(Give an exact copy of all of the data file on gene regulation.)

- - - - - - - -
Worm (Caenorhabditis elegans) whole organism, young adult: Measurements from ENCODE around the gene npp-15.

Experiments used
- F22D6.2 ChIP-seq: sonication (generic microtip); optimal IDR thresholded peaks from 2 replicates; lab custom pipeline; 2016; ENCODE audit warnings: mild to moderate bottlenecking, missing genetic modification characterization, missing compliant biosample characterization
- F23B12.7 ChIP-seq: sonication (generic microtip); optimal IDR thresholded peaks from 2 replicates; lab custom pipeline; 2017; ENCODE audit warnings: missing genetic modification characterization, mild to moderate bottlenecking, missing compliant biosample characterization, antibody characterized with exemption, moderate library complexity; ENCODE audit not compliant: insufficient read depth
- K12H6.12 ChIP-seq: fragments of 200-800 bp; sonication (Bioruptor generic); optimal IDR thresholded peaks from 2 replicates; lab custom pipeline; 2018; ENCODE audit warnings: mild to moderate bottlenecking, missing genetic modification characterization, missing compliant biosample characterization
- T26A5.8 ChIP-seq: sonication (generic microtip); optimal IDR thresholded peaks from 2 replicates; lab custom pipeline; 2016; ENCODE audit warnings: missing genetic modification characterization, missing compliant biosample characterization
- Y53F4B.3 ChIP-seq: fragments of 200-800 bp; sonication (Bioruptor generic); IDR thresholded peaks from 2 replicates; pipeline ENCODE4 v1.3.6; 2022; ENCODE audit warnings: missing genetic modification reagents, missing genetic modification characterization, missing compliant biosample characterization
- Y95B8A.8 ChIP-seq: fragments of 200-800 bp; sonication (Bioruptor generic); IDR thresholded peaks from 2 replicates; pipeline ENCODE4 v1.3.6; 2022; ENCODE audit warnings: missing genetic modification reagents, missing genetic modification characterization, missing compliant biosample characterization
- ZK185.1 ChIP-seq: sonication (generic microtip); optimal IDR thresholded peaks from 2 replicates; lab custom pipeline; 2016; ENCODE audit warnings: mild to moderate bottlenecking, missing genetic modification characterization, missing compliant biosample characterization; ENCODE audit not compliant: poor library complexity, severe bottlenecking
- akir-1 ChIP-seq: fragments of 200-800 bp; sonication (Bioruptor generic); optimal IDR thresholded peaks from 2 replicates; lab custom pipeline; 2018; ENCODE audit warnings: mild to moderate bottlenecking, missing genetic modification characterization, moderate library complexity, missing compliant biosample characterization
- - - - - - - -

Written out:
Worm (Caenorhabditis elegans) whole organism, young adult: Measurements from ENCODE around the gene npp-15.

Experiments used
- F22D6.2 ChIP-seq: sonication (generic microtip); optimal IDR thresholded peaks from 2 replicates; lab custom pipeline; 2016; ENCODE audit warnings: mild to moderate bottlenecking, missing genetic modification characterization, missing compliant biosample characterization
- F23B12.7 ChIP-seq: sonication (generic microtip); optimal IDR thresholded peaks from 2 replicates; lab custom pipeline; 2017; ENCODE audit warnings: missing genetic modification characterization, mild to moderate bottlenecking, missing compliant biosample characterization, antibody characterized with exemption, moderate library complexity; ENCODE audit not compliant: insufficient read depth
- K12H6.12 ChIP-seq: fragments of 200-800 bp; sonication (Bioruptor generic); optimal IDR thresholded peaks from 2 replicates; lab custom pipeline; 2018; ENCODE audit warnings: mild to moderate bottlenecking, missing genetic modification characterization, missing compliant biosample characterization
- T26A5.8 ChIP-seq: sonication (generic microtip); optimal IDR thresholded peaks from 2 replicates; lab custom pipeline; 2016; ENCODE audit warnings: missing genetic modification characterization, missing compliant biosample characterization
- Y53F4B.3 ChIP-seq: fragments of 200-800 bp; sonication (Bioruptor generic); IDR thresholded peaks from 2 replicates; pipeline ENCODE4 v1.3.6; 2022; ENCODE audit warnings: missing genetic modification reagents, missing genetic modification characterization, missing compliant biosample characterization
- Y95B8A.8 ChIP-seq: fragments of 200-800 bp; sonication (Bioruptor generic); IDR thresholded peaks from 2 replicates; pipeline ENCODE4 v1.3.6; 2022; ENCODE audit warnings: missing genetic modification reagents, missing genetic modification characterization, missing compliant biosample characterization
- ZK185.1 ChIP-seq: sonication (generic microtip); optimal IDR thresholded peaks from 2 replicates; lab custom pipeline; 2016; ENCODE audit warnings: mild to moderate bottlenecking, missing genetic modification characterization, missing compliant biosample characterization; ENCODE audit not compliant: poor library complexity, severe bottlenecking
- akir-1 ChIP-seq: fragments of 200-800 bp; sonication (Bioruptor generic); optimal IDR thresholded peaks from 2 replicates; lab custom pipeline; 2018; ENCODE audit warnings: mild to moderate bottlenecking, missing genetic modification characterization, moderate library complexity, missing compliant biosample characterization